And common arguments that Blacks hear from the right and Libertarian whites is, “Black people should just go and open grocery stores” or some variation of the “bootstraps” cliche. But that ignores the difficulty Black people often have in obtaining capital or experience. Malik Yakini claims that Black people in Detroit are often shut out of management positions at stores run by those from outside their community, so they don’t have the experience necessary to successfully run a supermarket or obtain capital.

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Ultimately, it’s all connected: the wealth extraction, the national chains, the rotten food, the redlining, and the lack of ownership. And when all the pieces are assembled, a clear picture of an economic system that’s stacked against African-Americans begins to emerge. It’s the forces of racial and class stratification at work, Cooper says, which aren’t unique to the grocery industry.

“It’s based on inferior positionality of Black people,” she says. “If we buy into the idea that every owner is white and that’s not a problem, and that Black people have no other position but to be an empty consumer, then that’s perpetuating white supremacy, and that’s a grave injustice.”

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Despite the obstacles and competition they face, there are examples of locally owned grocery stores thriving in Detroit and elsewhere. The Honey Bee Market, centrally located in the predominantly Mexican stretch of Southwest Detroit, is co-owned by a Mexican woman. It’s a clean mom-and-pop shop that provides healthy foods, fresh produce, and employs neighborhood residents in its management.

The Grocery Outlet in Compton, California, where Kia Patterson, a Black woman, is an independent operator, is another good example. Though the store is part of a chain, Patterson grew up in Compton, lives nearby in Long Beach, and talks about the need for grocery stores to support the community.

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But perhaps the best solutions exist outside the traditional grocery store model. Bodegas and smaller stores, which increasingly provide more produce and meats, require far less capital to start than traditional supermarkets. In Chicago, where wide swaths of real estate are considered food deserts, Cooper, Muhammed, and two other partners launched a mobile grocery store called Fresh Moves. The mobile model provided them flexibility while allowing them to form partnerships that helped reach more people, Muhammed said.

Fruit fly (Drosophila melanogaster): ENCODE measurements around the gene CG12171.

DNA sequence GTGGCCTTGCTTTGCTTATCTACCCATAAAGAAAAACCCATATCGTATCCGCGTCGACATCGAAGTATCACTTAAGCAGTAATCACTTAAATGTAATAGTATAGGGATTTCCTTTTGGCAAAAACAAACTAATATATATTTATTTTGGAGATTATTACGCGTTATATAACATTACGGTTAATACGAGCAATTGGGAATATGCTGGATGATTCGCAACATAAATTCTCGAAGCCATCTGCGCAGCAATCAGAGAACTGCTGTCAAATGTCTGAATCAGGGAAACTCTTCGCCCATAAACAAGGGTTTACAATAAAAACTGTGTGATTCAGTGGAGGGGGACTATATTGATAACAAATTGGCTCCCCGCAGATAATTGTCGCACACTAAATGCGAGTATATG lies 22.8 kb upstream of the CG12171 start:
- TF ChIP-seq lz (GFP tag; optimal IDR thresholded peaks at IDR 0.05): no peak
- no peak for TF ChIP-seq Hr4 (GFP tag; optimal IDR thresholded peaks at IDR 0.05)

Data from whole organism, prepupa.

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As traditional food systems fail African-Americans (not to mention low-income communities and other communities of all colors), effective alternative forms of ownership, like the Southwest Georgia Project food hub, look increasingly appealing, Cooper says. The Georgia nonprofit owns 1,600 acres of land on which Black and other socially disadvantaged farmers grow food to meet regional demand.

“Private ownership will not free us, [will] not get us equity, so we have to think about how class inequality is reproduced and challenge that,” Cooper says.

Examples of alternatives are sprouting up around the country. In Minneapolis, the long-standing Seward Co-Op last year opened a new supermarket in the minority-majority Bryant neighborhood, and went to great lengths to let the neighborhood’s residents shape the new market.